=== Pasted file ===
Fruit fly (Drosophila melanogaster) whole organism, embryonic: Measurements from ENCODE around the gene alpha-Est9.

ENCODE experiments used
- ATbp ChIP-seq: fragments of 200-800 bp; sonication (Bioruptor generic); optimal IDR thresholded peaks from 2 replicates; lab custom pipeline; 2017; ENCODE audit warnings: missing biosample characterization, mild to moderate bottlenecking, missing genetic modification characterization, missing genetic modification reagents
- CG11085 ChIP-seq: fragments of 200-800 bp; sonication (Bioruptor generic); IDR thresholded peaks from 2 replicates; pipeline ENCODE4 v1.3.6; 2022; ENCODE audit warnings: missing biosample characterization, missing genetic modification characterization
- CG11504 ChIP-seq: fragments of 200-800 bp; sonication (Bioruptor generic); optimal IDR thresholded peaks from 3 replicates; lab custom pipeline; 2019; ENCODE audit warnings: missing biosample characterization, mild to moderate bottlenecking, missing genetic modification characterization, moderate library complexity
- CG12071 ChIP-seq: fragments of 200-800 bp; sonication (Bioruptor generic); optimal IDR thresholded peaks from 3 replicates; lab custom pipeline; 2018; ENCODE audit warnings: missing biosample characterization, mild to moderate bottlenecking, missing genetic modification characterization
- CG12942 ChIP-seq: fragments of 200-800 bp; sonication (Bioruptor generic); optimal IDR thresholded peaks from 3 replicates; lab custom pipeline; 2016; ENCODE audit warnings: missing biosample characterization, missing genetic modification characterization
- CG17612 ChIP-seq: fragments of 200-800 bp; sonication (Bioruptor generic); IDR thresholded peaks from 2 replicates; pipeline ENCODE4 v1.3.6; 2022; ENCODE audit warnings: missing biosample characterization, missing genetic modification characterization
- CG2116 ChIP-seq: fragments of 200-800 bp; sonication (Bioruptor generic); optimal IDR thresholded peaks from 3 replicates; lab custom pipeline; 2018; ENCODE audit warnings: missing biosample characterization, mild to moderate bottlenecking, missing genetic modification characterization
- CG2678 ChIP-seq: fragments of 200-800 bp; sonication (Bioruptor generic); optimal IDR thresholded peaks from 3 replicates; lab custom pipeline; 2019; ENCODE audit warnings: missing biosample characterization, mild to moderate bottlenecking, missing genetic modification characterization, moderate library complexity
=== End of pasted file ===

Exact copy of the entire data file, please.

Fruit fly (Drosophila melanogaster) whole organism, embryonic: Measurements from ENCODE around the gene alpha-Est9.

ENCODE experiments used
- ATbp ChIP-seq: fragments of 200-800 bp; sonication (Bioruptor generic); optimal IDR thresholded peaks from 2 replicates; lab custom pipeline; 2017; ENCODE audit warnings: missing biosample characterization, mild to moderate bottlenecking, missing genetic modification characterization, missing genetic modification reagents
- CG11085 ChIP-seq: fragments of 200-800 bp; sonication (Bioruptor generic); IDR thresholded peaks from 2 replicates; pipeline ENCODE4 v1.3.6; 2022; ENCODE audit warnings: missing biosample characterization, missing genetic modification characterization
- CG11504 ChIP-seq: fragments of 200-800 bp; sonication (Bioruptor generic); optimal IDR thresholded peaks from 3 replicates; lab custom pipeline; 2019; ENCODE audit warnings: missing biosample characterization, mild to moderate bottlenecking, missing genetic modification characterization, moderate library complexity
- CG12071 ChIP-seq: fragments of 200-800 bp; sonication (Bioruptor generic); optimal IDR thresholded peaks from 3 replicates; lab custom pipeline; 2018; ENCODE audit warnings: missing biosample characterization, mild to moderate bottlenecking, missing genetic modification characterization
- CG12942 ChIP-seq: fragments of 200-800 bp; sonication (Bioruptor generic); optimal IDR thresholded peaks from 3 replicates; lab custom pipeline; 2016; ENCODE audit warnings: missing biosample characterization, missing genetic modification characterization
- CG17612 ChIP-seq: fragments of 200-800 bp; sonication (Bioruptor generic); IDR thresholded peaks from 2 replicates; pipeline ENCODE4 v1.3.6; 2022; ENCODE audit warnings: missing biosample characterization, missing genetic modification characterization
- CG2116 ChIP-seq: fragments of 200-800 bp; sonication (Bioruptor generic); optimal IDR thresholded peaks from 3 replicates; lab custom pipeline; 2018; ENCODE audit warnings: missing biosample characterization, mild to moderate bottlenecking, missing genetic modification characterization
- CG2678 ChIP-seq: fragments of 200-800 bp; sonication (Bioruptor generic); optimal IDR thresholded peaks from 3 replicates; lab custom pipeline; 2019; ENCODE audit warnings: missing biosample characterization, mild to moderate bottlenecking, missing genetic modification characterization, moderate library complexity